Phil Mickelson Leaves Behind Golf to Focus on Ailing Wife Amy
Suddenly, Tiger Woods is not the most feared opponent anymore.
Suddenly, the victory Phil Mickelson so desperately wants has nothing to do with a green jacket or Claret Jug.
Life has a way of reminding us that professional sport is not inhabited by one-dimensional millionaires, for whom the skies are always blue and the news is always good. They are people, and their days can turn as dark as anyone's.
The bigger they are, the more jarring the headline.
Usually, real life comes to the sports page in two ways. One is self-inflicted trouble - as Michael Vick leaves prison in pre-dawn darkness, headed for home confinement and a construction job at $10 an hour.
The other is personal tragedy. Phil Mickelson will not be playing golf for some time. Amy - Mrs. Mickelson for 13 years and mother of three - has breast cancer. More tests to come, "major surgery" pending, the news release mentions.
Anyone who has seen a loved one endure serious illness - and that means nearly all of us - understands what happens next. Your world shrinks. Your priorities change. Lots of things out there that used to matter suddenly don't. A couple in their 30s would never expect the terrifying words of "breast cancer" - and not 36 PGA tour victories nor all the prize money in the world can make it easier.
For years, he has sought to be Woods' most viable rival, as the universe of golf cheered them both. Remember the roars at Augusta in April. But who cares at the moment?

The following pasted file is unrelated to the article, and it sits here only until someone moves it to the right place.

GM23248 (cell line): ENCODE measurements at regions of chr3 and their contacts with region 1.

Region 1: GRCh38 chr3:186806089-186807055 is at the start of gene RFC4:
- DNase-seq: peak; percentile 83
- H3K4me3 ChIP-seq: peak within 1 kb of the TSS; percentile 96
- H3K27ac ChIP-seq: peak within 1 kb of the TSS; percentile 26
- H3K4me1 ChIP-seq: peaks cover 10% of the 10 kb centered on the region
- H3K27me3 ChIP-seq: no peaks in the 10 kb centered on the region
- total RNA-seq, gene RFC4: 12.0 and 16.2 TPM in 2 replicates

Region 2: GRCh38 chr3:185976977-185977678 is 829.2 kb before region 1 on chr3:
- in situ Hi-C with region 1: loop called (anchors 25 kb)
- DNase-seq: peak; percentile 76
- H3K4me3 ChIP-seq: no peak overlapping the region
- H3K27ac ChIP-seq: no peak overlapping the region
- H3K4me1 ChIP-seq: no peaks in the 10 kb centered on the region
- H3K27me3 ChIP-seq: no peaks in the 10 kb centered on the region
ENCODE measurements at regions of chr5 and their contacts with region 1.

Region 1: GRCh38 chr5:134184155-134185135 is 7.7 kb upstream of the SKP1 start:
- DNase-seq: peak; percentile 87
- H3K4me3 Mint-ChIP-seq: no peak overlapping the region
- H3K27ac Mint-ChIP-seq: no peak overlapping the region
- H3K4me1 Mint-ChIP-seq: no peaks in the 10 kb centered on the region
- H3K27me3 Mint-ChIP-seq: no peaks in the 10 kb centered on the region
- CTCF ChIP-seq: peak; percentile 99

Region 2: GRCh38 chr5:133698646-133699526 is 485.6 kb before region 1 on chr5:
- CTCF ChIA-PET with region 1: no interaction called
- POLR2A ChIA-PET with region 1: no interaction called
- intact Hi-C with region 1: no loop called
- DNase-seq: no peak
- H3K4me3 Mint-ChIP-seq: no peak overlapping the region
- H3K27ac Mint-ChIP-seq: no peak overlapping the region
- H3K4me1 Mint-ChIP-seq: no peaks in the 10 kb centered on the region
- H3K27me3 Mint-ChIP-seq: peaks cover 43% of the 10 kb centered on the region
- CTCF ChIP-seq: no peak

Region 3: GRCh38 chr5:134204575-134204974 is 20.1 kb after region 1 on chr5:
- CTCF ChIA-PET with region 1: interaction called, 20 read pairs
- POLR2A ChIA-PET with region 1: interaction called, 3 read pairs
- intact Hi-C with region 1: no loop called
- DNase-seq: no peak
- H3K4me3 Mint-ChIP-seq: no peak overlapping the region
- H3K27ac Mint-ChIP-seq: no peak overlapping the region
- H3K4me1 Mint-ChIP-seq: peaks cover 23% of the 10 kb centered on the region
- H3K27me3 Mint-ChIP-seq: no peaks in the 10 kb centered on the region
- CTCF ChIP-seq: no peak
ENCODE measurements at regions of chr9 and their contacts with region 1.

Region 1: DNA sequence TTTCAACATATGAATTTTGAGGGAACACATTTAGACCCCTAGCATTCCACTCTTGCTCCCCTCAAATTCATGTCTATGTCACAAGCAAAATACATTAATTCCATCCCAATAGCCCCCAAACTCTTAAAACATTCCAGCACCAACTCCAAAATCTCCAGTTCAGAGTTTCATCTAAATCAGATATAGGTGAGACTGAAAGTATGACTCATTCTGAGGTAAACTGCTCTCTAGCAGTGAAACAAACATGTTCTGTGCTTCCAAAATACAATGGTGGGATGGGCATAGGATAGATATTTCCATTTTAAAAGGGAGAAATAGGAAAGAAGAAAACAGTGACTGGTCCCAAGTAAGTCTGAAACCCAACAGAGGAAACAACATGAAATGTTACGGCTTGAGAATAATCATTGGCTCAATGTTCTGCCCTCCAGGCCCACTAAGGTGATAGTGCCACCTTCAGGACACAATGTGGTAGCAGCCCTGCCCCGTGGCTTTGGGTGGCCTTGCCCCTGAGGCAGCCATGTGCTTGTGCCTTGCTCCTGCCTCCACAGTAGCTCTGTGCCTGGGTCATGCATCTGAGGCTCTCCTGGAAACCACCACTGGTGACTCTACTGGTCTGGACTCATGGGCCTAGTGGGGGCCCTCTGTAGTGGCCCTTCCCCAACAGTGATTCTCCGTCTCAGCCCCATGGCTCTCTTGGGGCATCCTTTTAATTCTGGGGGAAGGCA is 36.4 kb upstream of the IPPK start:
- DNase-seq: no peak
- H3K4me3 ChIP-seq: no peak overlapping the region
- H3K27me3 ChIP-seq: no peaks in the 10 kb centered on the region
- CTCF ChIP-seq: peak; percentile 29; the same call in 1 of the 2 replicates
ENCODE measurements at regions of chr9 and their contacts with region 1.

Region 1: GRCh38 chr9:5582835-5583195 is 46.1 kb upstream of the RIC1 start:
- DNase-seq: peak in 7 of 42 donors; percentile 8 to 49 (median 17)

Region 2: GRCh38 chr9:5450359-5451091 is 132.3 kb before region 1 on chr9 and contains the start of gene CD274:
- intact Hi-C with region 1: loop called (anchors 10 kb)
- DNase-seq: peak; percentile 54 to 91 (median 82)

His game has long been a matter of debate. Sometimes, his gambles seem too rash, his Sunday manner too unreliable. That seemed to be important at the majors. But not Wednesday.
Now he is not Phil Mickelson, two-time Masters champion. He is a husband who must help his wife in a dire fight. A golfer is out there alone, accustomed to making his own fate. But now the Mickelson family will need help from strangers. Lots and lots of help.
The Mickelson story that comes to mind at a time such as this is the 1999 U.S. Open at Pinehurst, with Phil in contention for his first major, and Amy back in Arizona ready any day to deliver their first child.
Mickelson played that weekend with a beeper, prepared to drop his clubs and race from the course at the first sign of labor. It would not matter, he repeatedly said, if he were leading when the beeper sounded. The leader board, even a U.S. Open leader board, was a poor substitute for fatherhood. He would be gone.
Turned out, he lost on No. 18 Sunday when Payne Stewart rolled in a 15-foot putt. The next day, Amy delivered a daughter named Amanda.
"That's just really the cycle of life," he said that weekend. "As I get older, different things become important to me in my life."
Cycle of life? Less than five months later, Payne Stewart was dead, killed in a plane accident. And now, nearly on the 10th anniversary of that U.S. Open, his something very different has become important to Mickelson.
Back in April, at his pre-Masters press conference, Mickelson talked of how hard he had worked at solidifying his game. "I don't want there to be any uncertainties," he said.
Golf is hardly ever like that, and life never is. When he returns to the game - imagine the warmth from the gallery that day - he will be different. He'll have to be. But for now, he has no need for a hot putter. What he needs is hope. This is the sobering moment when a champion becomes just like you and me. Nothing star-struck about cancer.